The Clippers got their man.
For much more than a month leading up the 2013 NBA Draft, the Clippers had zeroed in on athletic wing players and with the 25th selection Thursday they landed North Carolina small forward Reggie Bullock.
“We had targeted him as one of the guys we wanted,” Clippers senior vice president of basketball operations and head coach Doc Rivers said. “We felt like we needed more shooting. He does that.”
Bullock is 6-foot-7, can run the floor and is the kind of long-distance, catch-and-shoot wing player the Clippers sought all along. The 22-year-old played three seasons in Chapel Hill where he led the Tar Heels, shooting 43.6 percent from 3-point range and scored 13.9 points per game as a junior. He made 88 shots from behind the arc last year, the third most in school history and showed stark improvement with his jumper from year to year, raising his percentage 14 percent overall from his freshman to junior year.
“I feel like I can really contribute with my shooting and defense,” Bullock said in a phone interview following the final pick of the Draft.
The shooting comes as little surprise. Bullock was one of the premier shooters from distance in the country last season, hitting on at least three 3-pointers in a game 17 times. And when the Clippers worked him out a week ago, they saw that first hand. According to Clippers vice president of basketball operations Gary Sacks, Bullock also stood out as a defender.
“He takes pride in guarding his man,” said Sacks, who saw Bullock in person twice during the NCAA season. “I think he’s really good as a team defender and working within a system. He puts a lot of effort into his defensive ability and he wants to shut down the guy he’s guarding.”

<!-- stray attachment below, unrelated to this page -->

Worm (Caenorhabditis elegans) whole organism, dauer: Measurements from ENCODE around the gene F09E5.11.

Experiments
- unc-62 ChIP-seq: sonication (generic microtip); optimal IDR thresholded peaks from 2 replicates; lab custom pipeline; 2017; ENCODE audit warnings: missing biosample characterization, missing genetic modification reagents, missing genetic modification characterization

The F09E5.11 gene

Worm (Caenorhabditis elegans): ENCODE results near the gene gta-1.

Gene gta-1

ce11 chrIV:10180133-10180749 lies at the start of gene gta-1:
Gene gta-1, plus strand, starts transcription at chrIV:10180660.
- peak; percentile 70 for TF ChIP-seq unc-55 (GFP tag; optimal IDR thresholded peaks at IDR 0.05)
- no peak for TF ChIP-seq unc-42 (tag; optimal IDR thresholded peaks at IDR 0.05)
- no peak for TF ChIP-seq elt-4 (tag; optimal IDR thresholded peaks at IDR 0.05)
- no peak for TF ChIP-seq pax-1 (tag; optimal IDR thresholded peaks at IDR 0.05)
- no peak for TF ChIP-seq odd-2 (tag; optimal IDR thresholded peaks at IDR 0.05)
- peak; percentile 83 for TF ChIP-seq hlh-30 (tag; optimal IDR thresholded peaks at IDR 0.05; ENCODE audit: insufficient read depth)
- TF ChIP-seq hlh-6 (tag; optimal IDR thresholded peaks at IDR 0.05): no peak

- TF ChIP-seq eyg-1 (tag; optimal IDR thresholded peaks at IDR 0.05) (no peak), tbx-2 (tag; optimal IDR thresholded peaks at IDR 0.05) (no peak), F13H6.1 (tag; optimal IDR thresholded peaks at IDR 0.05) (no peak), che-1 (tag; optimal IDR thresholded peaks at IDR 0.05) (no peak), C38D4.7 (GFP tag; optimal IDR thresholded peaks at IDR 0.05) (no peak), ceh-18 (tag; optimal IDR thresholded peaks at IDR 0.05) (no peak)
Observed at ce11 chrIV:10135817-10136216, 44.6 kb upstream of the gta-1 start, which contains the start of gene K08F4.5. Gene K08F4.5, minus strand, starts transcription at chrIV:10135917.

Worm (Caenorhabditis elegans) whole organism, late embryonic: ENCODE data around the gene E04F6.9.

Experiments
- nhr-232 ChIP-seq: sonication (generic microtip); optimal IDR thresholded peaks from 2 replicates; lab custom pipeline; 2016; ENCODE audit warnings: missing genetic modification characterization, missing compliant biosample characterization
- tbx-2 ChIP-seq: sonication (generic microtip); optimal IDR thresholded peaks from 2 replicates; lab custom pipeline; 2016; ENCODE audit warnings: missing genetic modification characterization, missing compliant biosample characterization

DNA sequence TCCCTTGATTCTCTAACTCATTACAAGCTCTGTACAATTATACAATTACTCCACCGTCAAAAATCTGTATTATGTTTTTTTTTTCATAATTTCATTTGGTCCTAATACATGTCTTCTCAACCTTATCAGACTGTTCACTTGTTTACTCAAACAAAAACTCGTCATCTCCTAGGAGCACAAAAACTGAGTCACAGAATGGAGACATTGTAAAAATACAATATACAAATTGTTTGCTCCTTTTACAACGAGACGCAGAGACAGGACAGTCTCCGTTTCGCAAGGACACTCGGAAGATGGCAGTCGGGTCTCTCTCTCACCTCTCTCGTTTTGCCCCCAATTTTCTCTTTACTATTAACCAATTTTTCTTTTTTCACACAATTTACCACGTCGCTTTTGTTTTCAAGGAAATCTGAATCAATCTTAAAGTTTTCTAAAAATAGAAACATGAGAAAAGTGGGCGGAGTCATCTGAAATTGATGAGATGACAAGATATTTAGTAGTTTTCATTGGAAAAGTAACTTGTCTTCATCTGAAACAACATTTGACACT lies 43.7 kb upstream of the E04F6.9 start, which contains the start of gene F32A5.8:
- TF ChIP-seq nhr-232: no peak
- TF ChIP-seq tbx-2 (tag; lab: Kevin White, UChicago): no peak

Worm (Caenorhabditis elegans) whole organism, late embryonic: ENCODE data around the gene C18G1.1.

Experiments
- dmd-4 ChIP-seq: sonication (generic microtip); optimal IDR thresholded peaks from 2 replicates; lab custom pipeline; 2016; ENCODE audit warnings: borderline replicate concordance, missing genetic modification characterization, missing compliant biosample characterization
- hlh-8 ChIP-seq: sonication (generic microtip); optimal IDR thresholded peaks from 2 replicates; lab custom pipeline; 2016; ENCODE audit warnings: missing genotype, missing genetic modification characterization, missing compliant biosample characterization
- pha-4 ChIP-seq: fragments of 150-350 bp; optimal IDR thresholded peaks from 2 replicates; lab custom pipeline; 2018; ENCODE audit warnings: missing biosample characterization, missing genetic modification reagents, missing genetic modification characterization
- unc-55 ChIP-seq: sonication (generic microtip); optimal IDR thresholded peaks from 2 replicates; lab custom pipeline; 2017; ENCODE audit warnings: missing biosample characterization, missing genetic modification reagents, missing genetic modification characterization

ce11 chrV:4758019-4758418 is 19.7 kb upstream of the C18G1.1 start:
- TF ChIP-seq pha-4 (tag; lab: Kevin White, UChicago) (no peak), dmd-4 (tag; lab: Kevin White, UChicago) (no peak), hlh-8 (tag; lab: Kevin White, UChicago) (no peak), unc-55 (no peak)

Rivers, who was head coach of the Celtics when Bullock worked out in Boston, agreed with Sacks.
“I didn’t know that he could defend the way he did in that workout,” Sacks said. “I had heard about it, but I was surprised by his size and the way he defends.”
According to a Tweet from Clippers point guard Chris Paul, was a member of Paul’s first U15 All-Star team.
The newest Clipper said Paul was the first person to give him a chance on the AAU circuit when he invited him to play in a tournament in Las Vegas with the U15 squad. To some degree, it may have served as a springboard for the North Carolina native.
Bullock finished second behind John Wall in the AP Player of the Year voting in his home state as a high school junior and went on to play three seasons at prestigious UNC.
“I love the fact that he’s a big program guy,” said Rivers, who attended several ACC games when his son Austin was a star guard at Duke. “He’s kind of been a guy who understands his role. That’s what he did at North Carolina. Having been a guy that went to a lot of Duke games, and Duke-North Carolina games, I got a chance to see him up close. I saw two of his games live, which is unusual for a coach in the NBA.”
In Draft that included several trades and moving pieces, Bullock said he remained patient. He was projected by most mock drafts as going anywhere from No. 17 to falling out of the first round. Finally, his name was called shortly after 7:15 p.m. PT.
“I was just happy to hear it,” Bullock said. “It was a blessing to hear my name called. As it got closer to [pick] 22, 23, 24, I was getting more nervous, but it was great when it happened.”
The Clippers felt similarly.
“We feel like Reggie’s a guy we were hoping was there,” Sacks said. “We felt like shooting was something that we really wanted to get in this Draft.”
And that’s precisely what they got.